By MARK TODD - email@example.com
The scene of a grisly 2009 murder could become just an unpleasant memory in a matter of a few months.
A two-story frame house at 255 Clay St., is one of several in Conneaut that will be flattened with money from the state-funded Moving Ohio Forward program. City Council formally added the house to the demolition list this week.
On May 6, 2009, Richard Hackathorn — the 65-year-old occupant — was struck in the head during a robbery. He died two days later in an Erie, Pa., hospital. In 2011, Jeremy Summers of Conneaut was found guilty of the crime and sentenced to spend life in prison with no chance for parole until 25 years were served.
Four years after the crime, the dilapidated house sits partially boarded at the end of Clay Street.
The Clay Street address is one of 10 structures the city hopes to demolish with $150,000 it received from the state-wide program, said Deanna Gates, planning/zoning administrator. Gates identified the rest: 284 Jefferson St.; 552 Clark St.; 152 Poplar St.; 22 North Lane; 890 Harbor St.; 524 Lakeview Ave.; 180 Hayward Ave.; 295 Cleveland Court; and 344 Crown St.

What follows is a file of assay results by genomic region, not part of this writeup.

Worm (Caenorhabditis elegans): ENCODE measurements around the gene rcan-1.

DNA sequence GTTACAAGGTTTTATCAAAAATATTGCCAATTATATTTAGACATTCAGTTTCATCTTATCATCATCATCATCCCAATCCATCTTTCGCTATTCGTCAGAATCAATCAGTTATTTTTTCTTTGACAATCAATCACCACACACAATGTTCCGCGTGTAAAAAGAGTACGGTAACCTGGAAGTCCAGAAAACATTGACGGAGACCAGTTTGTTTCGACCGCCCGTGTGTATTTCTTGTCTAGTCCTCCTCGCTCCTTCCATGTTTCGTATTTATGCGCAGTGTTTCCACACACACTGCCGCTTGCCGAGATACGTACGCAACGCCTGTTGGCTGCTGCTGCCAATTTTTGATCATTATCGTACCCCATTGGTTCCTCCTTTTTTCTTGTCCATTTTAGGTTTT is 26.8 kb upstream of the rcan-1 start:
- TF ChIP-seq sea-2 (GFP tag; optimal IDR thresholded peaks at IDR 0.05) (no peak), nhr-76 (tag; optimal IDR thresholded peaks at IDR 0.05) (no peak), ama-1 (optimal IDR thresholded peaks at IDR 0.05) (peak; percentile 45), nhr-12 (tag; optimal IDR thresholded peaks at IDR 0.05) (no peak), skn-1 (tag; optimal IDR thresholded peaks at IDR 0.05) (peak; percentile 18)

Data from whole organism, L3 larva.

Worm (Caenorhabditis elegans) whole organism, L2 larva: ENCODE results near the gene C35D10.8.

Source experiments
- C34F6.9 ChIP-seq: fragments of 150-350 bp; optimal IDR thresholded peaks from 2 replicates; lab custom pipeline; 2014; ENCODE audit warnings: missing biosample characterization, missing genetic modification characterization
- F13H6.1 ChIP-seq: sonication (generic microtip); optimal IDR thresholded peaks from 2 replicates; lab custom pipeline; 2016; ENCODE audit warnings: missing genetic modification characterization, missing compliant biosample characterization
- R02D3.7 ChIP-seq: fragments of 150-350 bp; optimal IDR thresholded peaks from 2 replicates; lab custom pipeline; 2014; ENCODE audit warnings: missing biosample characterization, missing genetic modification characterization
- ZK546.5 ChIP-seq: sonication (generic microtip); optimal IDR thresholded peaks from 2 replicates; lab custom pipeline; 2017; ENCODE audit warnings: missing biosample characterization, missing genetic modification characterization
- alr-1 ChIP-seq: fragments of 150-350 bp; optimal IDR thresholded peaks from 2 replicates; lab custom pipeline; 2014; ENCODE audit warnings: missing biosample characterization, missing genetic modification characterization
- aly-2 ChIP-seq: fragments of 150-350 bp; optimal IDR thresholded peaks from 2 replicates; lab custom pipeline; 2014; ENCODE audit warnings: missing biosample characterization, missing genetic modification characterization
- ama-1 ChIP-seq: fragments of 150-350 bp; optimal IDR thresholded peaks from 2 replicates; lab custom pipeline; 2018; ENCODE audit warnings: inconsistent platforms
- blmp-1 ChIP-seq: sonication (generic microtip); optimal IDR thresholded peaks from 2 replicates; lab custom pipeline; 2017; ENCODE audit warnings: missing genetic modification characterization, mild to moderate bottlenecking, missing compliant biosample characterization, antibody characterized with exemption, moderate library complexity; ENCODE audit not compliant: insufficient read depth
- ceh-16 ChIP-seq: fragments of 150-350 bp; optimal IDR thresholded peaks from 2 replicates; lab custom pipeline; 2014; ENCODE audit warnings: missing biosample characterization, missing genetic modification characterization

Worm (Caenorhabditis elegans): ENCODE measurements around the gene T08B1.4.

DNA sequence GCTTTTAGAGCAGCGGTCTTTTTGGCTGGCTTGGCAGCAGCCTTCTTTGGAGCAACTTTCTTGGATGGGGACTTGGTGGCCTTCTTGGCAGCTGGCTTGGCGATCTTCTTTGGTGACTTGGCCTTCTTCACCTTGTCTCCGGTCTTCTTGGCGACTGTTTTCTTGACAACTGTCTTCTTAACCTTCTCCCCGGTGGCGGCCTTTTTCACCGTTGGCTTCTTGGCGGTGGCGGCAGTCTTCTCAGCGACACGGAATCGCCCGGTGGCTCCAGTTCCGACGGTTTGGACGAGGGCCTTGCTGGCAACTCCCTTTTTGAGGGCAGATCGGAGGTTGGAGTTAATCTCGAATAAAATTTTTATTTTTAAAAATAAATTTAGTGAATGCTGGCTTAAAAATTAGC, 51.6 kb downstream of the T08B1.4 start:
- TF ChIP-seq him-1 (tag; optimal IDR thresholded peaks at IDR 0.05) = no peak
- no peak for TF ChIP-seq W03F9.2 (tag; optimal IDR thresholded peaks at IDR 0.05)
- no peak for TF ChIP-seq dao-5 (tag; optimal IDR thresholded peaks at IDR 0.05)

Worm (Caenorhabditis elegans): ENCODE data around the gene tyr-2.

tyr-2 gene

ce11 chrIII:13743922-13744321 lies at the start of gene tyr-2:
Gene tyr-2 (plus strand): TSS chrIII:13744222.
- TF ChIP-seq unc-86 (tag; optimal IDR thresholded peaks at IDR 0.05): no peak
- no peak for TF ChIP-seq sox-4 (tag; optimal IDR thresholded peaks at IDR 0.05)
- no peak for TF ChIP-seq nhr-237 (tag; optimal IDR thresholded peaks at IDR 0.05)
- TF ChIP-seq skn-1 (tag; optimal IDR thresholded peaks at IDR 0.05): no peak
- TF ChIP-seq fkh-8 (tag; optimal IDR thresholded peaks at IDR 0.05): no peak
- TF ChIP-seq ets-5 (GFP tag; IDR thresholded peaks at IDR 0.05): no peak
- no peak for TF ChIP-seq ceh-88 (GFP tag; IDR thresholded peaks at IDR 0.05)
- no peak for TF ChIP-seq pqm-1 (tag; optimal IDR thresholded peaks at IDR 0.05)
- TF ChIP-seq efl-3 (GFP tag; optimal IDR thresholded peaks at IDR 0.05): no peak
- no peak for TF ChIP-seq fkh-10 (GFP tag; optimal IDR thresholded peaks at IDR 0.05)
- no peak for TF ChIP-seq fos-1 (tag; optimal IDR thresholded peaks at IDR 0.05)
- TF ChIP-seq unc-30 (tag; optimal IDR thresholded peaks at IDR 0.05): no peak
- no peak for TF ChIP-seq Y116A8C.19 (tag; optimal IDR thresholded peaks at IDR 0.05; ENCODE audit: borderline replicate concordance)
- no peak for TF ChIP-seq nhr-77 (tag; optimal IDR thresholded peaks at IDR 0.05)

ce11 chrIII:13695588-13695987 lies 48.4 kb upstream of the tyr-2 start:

The city has lined up five alternates in case any of the above properties encounter legal snags, Gates said: 151 Hiler St.; 131 Hayward Ave.; 345 E. Main Road; 674 W. Main Road and 654 Harbor St.
So far, the city hasn’t razed one house with the money, part of billions obtained from mortgage companies in a nation-wide, foreclosure-related legal settlement. The city is still working to verify ownership of the targeted properties and to secure permission before swinging the wrecking ball, said City Manager Tim Eggleston. In some cases, ownership shared among several family members, which makes the identification process very cumbersome, he said.
“Some have voluntarily signed demolition orders,” he said. “We’re trying to contact all the parties involved.”
Other funded communities must be encountering the same problems because the deadline to spend the money — originally the end of 2013 — has been extended six months, Eggleston said.
The extra time won’t diminish the administrators determine to demolish the houses as soon as possible, Eggleston said. “We still want to get it done. We would like to get at least eight houses down by the end of the year.”
Moving Ohio Forward is the second program geared to demolition work that’s been utilized by Conneaut. Over a period of a few years, the city was able to flatten nearly two dozen houses and commercial buildings with money provided through the now defunct-Neighborhood Stabilization Program.